Late last month, buried toward the bottom of a blog post about its current metaverse push, Improbable CEO Herman Narula announced the SpatialOS company's withdrawal from first-party game development.
"We are in advanced discussions with potential partners for the games being developed within the Edmonton and Midwinter studios and it is our belief that they will reach their full potential supported by publishers with leading track records of bringing games to market," Narula said.
The fate of Midwinter is still to be determined, but Improbable today announced that it has sold its majority stake in the Edmonton-based Inflexion Games to Tencent.
Terms of the deal were not disclosed, but Inflexion CEO Aaryn Flynn tells GamesIndustry.biz the shift had been in the works since last summer, when Improbable "saw a future for itself in a different direction," but worked with Inflexion to divest itself of the studio in a way that would be amenable to all involved.
While Inflexion wasn't in a position to dictate terms here, Flynn says Narula and Improbable were supportive in the process and took the studio's desires into consideration. Flynn says chief among those was operational independence "to build the game we want to build, and the trust that comes along with that."
"In my experience, good game developers are always willing to have conversations and accept feedback, but there are limits and expectations on that that had to be respected"Aaryn Flynn
"In my experience, good game developers are always willing to have conversations and accept feedback, but there are limits and expectations on that that had to be respected. And we heard that from Tencent," Flynn says.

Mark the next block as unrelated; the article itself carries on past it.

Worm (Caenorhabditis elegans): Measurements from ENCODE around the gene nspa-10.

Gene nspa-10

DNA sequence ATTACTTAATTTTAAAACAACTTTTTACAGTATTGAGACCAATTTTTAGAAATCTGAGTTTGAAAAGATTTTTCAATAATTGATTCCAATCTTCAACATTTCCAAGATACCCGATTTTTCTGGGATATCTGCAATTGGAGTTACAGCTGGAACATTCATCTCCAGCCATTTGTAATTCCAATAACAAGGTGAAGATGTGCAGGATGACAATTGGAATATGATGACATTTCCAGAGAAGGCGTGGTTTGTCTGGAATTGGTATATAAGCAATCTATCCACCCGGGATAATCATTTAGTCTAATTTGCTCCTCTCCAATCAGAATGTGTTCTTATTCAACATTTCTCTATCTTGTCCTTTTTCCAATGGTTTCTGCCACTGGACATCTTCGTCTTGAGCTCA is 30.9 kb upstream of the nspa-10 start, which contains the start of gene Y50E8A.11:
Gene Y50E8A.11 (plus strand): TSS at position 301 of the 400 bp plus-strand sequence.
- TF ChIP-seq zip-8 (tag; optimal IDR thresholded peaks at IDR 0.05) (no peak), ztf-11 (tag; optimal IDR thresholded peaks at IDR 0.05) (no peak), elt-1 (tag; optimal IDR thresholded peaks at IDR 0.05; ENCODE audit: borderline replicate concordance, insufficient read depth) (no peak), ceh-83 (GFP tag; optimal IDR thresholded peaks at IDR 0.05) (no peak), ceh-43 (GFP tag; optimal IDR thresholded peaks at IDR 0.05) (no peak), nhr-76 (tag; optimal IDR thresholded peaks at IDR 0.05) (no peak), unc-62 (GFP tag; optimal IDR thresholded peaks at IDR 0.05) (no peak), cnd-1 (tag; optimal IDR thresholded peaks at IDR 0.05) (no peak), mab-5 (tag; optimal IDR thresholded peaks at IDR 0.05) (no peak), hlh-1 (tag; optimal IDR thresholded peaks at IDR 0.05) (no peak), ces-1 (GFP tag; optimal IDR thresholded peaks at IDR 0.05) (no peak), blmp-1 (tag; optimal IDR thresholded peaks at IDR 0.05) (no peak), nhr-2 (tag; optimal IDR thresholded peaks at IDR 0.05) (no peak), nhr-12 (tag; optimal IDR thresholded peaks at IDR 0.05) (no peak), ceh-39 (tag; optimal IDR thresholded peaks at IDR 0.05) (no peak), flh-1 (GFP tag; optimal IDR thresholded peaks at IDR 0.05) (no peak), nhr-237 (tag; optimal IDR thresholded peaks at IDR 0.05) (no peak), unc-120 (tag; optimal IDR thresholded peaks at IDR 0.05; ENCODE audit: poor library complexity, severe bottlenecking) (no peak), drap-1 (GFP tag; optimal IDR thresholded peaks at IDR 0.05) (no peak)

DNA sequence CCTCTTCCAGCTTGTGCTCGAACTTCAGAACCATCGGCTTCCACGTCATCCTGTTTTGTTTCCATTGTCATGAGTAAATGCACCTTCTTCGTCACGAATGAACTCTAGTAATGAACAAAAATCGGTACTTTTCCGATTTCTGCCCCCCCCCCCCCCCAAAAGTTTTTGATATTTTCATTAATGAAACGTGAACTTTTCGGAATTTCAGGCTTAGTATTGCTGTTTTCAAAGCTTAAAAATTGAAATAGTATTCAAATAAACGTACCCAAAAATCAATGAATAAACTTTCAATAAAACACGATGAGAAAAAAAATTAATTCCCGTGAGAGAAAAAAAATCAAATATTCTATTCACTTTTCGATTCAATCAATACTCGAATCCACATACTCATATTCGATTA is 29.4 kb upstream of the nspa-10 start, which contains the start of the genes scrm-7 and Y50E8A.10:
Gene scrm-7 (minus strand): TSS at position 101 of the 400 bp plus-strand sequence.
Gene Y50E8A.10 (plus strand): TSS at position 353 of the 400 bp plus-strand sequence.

He adds that Tencent's track record among the Western studios it has invested in is excellent, and to date the company has been "very respectful" of Inflexion's design and world-building decisions.
"But at the same time, we recognized in them not just the biggest game development company in the world, but a company that had vast experience in creating compelling live services and engaging player communities, and understanding exactly the culture that's necessary to go and build that," Flynn says. "And since that was a big part of our business plan with Nightingale, we got excited by that complementary expertise."
Nightingale is Inflexion's debut title, a survival crafting game set for Early Access launch later this year. It has already undergone a significant change as a result of this deal, as it will no longer use SpatialOS. Instead, Flynn says it will be "a more intimate, single-player or small group player experience" that doesn't need the scale that cloud computing outfits like Improbable or Google Stadia had been pushing.
"We made that decision last summer in conjunction with some other things we want to do with the game," Flynn says. "That was largely driven from a game design standpoint and where we want to take the game. More and more, we were investing in elements of our survival crafting experience and we made the decision that to ensure we could ship this game and not find ourselves in the very long development cycle that many MMOs do, we would walk away from those things."
Flynn still believes there's a lot of potential in cloud computing, but it's a chicken-and-egg problem whether the technology or the vision for a player experience that makes effective use of it will come first.